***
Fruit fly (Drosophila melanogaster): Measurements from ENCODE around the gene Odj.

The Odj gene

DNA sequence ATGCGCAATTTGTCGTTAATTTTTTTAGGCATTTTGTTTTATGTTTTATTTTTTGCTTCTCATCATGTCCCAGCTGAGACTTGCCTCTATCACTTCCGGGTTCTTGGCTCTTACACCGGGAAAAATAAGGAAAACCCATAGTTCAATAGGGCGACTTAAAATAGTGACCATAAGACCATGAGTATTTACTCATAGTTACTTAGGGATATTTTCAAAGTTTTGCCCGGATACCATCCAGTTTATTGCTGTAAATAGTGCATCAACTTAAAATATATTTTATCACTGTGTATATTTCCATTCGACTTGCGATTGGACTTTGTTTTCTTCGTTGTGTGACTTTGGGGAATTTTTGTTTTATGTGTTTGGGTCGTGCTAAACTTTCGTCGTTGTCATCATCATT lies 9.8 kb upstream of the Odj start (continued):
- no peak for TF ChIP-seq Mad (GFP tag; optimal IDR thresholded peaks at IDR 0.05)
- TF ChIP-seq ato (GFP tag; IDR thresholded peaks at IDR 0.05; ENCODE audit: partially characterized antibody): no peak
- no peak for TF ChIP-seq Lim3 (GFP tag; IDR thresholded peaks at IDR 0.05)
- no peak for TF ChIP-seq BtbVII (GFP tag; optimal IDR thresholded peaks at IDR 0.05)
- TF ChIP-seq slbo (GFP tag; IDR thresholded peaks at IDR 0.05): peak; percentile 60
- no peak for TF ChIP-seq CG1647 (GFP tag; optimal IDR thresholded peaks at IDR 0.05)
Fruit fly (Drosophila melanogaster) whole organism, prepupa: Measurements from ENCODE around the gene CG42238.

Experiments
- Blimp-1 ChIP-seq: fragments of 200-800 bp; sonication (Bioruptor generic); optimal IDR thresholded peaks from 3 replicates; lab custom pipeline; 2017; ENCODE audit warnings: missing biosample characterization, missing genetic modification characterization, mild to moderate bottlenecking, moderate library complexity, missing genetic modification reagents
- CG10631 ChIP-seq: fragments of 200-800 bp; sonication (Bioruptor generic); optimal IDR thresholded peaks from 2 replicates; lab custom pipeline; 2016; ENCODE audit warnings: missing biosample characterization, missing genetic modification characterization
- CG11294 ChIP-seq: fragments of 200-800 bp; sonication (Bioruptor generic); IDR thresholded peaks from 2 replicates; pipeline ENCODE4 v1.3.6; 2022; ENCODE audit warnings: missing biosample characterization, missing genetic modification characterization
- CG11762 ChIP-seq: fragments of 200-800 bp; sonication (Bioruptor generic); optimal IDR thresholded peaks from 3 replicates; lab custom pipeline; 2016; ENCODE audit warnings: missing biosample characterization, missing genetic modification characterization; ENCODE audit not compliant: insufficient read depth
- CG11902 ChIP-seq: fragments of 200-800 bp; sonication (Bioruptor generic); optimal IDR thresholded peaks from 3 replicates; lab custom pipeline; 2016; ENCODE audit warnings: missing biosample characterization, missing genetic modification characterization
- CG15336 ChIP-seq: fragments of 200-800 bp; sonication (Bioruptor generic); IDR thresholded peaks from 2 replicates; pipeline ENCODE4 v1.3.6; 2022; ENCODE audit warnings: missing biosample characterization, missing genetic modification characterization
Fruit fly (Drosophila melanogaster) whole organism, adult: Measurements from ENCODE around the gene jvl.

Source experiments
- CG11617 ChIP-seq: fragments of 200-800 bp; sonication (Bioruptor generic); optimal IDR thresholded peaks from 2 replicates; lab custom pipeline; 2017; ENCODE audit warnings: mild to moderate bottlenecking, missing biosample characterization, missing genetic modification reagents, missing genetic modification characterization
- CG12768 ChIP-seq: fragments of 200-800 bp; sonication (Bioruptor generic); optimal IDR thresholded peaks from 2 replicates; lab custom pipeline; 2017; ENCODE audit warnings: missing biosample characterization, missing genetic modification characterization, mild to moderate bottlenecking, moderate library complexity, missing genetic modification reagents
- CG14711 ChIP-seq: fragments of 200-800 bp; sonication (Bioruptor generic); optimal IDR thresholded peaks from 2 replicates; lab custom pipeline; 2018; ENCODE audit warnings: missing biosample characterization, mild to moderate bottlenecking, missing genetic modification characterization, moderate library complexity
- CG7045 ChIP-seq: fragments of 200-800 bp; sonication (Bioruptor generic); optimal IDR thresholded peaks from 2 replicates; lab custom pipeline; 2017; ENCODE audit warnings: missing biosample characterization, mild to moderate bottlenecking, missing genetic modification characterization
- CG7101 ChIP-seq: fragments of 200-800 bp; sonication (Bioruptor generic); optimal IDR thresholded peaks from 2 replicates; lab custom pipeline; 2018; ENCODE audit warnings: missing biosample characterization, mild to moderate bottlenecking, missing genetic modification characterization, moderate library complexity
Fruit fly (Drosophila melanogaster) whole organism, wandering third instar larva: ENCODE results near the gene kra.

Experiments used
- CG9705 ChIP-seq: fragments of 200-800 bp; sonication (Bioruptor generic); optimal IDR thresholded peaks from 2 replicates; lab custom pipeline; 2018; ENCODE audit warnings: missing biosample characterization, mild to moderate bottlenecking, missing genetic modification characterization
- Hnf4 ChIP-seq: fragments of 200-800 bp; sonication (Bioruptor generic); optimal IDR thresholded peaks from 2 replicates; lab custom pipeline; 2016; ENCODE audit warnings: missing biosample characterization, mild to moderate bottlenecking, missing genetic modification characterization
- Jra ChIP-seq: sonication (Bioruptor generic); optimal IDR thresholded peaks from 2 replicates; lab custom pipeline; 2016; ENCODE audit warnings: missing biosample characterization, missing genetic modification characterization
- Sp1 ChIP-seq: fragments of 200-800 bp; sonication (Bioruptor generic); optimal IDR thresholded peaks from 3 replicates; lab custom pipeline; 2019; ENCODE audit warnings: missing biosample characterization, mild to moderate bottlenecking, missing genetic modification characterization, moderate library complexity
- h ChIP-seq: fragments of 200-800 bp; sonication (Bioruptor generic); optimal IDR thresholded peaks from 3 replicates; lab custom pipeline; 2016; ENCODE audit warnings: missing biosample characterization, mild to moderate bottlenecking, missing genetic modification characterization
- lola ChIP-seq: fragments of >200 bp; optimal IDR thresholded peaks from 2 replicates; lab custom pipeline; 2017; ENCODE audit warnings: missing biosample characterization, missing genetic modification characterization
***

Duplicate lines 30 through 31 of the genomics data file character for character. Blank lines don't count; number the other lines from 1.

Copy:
- Sp1 ChIP-seq: fragments of 200-800 bp; sonication (Bioruptor generic); optimal IDR thresholded peaks from 3 replicates; lab custom pipeline; 2019; ENCODE audit warnings: missing biosample characterization, mild to moderate bottlenecking, missing genetic modification characterization, moderate library complexity
- h ChIP-seq: fragments of 200-800 bp; sonication (Bioruptor generic); optimal IDR thresholded peaks from 3 replicates; lab custom pipeline; 2016; ENCODE audit warnings: missing biosample characterization, mild to moderate bottlenecking, missing genetic modification characterization